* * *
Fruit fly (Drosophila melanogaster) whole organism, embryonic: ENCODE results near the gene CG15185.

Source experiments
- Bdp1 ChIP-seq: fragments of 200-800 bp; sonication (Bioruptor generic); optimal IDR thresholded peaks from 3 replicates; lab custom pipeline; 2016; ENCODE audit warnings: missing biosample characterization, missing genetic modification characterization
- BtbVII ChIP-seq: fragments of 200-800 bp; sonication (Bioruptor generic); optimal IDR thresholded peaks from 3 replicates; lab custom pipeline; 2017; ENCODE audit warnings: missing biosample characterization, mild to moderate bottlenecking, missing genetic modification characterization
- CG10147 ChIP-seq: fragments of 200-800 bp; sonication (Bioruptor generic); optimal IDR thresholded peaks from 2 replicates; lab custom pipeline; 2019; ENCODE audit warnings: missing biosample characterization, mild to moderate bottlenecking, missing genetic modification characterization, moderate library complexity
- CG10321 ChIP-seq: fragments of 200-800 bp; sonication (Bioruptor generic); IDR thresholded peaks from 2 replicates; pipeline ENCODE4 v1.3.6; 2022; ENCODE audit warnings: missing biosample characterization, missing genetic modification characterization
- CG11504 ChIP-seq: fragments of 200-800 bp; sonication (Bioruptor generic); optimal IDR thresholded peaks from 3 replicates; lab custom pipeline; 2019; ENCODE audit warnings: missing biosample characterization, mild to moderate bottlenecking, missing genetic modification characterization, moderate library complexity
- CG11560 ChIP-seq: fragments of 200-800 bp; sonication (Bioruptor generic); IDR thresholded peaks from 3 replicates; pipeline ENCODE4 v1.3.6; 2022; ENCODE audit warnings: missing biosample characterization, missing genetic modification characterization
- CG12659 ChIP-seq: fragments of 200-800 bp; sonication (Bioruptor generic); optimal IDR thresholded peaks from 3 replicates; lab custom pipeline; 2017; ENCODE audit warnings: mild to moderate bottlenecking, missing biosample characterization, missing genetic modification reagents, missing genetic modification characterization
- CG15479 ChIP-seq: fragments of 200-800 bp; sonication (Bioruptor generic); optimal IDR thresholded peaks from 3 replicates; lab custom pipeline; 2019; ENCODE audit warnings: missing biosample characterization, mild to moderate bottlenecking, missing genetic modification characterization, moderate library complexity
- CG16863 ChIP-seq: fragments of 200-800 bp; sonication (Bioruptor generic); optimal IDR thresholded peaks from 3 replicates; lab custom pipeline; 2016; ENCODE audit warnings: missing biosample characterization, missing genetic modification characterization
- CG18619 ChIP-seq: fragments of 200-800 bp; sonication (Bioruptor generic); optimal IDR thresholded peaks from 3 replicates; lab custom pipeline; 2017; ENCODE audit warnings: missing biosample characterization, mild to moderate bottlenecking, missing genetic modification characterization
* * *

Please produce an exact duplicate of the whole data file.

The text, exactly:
Fruit fly (Drosophila melanogaster) whole organism, embryonic: ENCODE results near the gene CG15185.

Source experiments
- Bdp1 ChIP-seq: fragments of 200-800 bp; sonication (Bioruptor generic); optimal IDR thresholded peaks from 3 replicates; lab custom pipeline; 2016; ENCODE audit warnings: missing biosample characterization, missing genetic modification characterization
- BtbVII ChIP-seq: fragments of 200-800 bp; sonication (Bioruptor generic); optimal IDR thresholded peaks from 3 replicates; lab custom pipeline; 2017; ENCODE audit warnings: missing biosample characterization, mild to moderate bottlenecking, missing genetic modification characterization
- CG10147 ChIP-seq: fragments of 200-800 bp; sonication (Bioruptor generic); optimal IDR thresholded peaks from 2 replicates; lab custom pipeline; 2019; ENCODE audit warnings: missing biosample characterization, mild to moderate bottlenecking, missing genetic modification characterization, moderate library complexity
- CG10321 ChIP-seq: fragments of 200-800 bp; sonication (Bioruptor generic); IDR thresholded peaks from 2 replicates; pipeline ENCODE4 v1.3.6; 2022; ENCODE audit warnings: missing biosample characterization, missing genetic modification characterization
- CG11504 ChIP-seq: fragments of 200-800 bp; sonication (Bioruptor generic); optimal IDR thresholded peaks from 3 replicates; lab custom pipeline; 2019; ENCODE audit warnings: missing biosample characterization, mild to moderate bottlenecking, missing genetic modification characterization, moderate library complexity
- CG11560 ChIP-seq: fragments of 200-800 bp; sonication (Bioruptor generic); IDR thresholded peaks from 3 replicates; pipeline ENCODE4 v1.3.6; 2022; ENCODE audit warnings: missing biosample characterization, missing genetic modification characterization
- CG12659 ChIP-seq: fragments of 200-800 bp; sonication (Bioruptor generic); optimal IDR thresholded peaks from 3 replicates; lab custom pipeline; 2017; ENCODE audit warnings: mild to moderate bottlenecking, missing biosample characterization, missing genetic modification reagents, missing genetic modification characterization
- CG15479 ChIP-seq: fragments of 200-800 bp; sonication (Bioruptor generic); optimal IDR thresholded peaks from 3 replicates; lab custom pipeline; 2019; ENCODE audit warnings: missing biosample characterization, mild to moderate bottlenecking, missing genetic modification characterization, moderate library complexity
- CG16863 ChIP-seq: fragments of 200-800 bp; sonication (Bioruptor generic); optimal IDR thresholded peaks from 3 replicates; lab custom pipeline; 2016; ENCODE audit warnings: missing biosample characterization, missing genetic modification characterization
- CG18619 ChIP-seq: fragments of 200-800 bp; sonication (Bioruptor generic); optimal IDR thresholded peaks from 3 replicates; lab custom pipeline; 2017; ENCODE audit warnings: missing biosample characterization, mild to moderate bottlenecking, missing genetic modification characterization